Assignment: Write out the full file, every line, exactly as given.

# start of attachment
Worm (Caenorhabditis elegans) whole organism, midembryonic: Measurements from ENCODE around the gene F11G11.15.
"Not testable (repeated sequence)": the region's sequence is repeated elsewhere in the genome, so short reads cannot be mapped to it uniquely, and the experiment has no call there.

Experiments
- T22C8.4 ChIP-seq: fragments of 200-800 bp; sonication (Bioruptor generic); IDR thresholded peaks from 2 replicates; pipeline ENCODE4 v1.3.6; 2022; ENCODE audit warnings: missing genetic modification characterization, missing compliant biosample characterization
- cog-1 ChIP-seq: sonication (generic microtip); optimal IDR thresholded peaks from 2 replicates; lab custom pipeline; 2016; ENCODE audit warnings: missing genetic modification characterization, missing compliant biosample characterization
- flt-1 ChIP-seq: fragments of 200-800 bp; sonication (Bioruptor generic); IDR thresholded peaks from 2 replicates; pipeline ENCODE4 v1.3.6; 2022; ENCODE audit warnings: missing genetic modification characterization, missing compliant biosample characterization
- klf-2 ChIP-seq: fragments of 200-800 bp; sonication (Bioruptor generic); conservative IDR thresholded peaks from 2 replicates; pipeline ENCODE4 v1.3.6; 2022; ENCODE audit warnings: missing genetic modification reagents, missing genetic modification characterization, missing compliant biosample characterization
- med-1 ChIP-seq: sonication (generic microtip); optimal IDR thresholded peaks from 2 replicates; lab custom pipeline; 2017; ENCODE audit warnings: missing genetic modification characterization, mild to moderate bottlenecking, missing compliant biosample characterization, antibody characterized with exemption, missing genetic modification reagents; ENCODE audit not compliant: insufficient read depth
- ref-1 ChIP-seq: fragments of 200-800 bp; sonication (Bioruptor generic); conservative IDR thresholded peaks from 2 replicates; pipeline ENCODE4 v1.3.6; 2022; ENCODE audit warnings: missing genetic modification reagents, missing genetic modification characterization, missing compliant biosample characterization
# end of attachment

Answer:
Worm (Caenorhabditis elegans) whole organism, midembryonic: Measurements from ENCODE around the gene F11G11.15.
"Not testable (repeated sequence)": the region's sequence is repeated elsewhere in the genome, so short reads cannot be mapped to it uniquely, and the experiment has no call there.

Experiments
- T22C8.4 ChIP-seq: fragments of 200-800 bp; sonication (Bioruptor generic); IDR thresholded peaks from 2 replicates; pipeline ENCODE4 v1.3.6; 2022; ENCODE audit warnings: missing genetic modification characterization, missing compliant biosample characterization
- cog-1 ChIP-seq: sonication (generic microtip); optimal IDR thresholded peaks from 2 replicates; lab custom pipeline; 2016; ENCODE audit warnings: missing genetic modification characterization, missing compliant biosample characterization
- flt-1 ChIP-seq: fragments of 200-800 bp; sonication (Bioruptor generic); IDR thresholded peaks from 2 replicates; pipeline ENCODE4 v1.3.6; 2022; ENCODE audit warnings: missing genetic modification characterization, missing compliant biosample characterization
- klf-2 ChIP-seq: fragments of 200-800 bp; sonication (Bioruptor generic); conservative IDR thresholded peaks from 2 replicates; pipeline ENCODE4 v1.3.6; 2022; ENCODE audit warnings: missing genetic modification reagents, missing genetic modification characterization, missing compliant biosample characterization
- med-1 ChIP-seq: sonication (generic microtip); optimal IDR thresholded peaks from 2 replicates; lab custom pipeline; 2017; ENCODE audit warnings: missing genetic modification characterization, mild to moderate bottlenecking, missing compliant biosample characterization, antibody characterized with exemption, missing genetic modification reagents; ENCODE audit not compliant: insufficient read depth
- ref-1 ChIP-seq: fragments of 200-800 bp; sonication (Bioruptor generic); conservative IDR thresholded peaks from 2 replicates; pipeline ENCODE4 v1.3.6; 2022; ENCODE audit warnings: missing genetic modification reagents, missing genetic modification characterization, missing compliant biosample characterization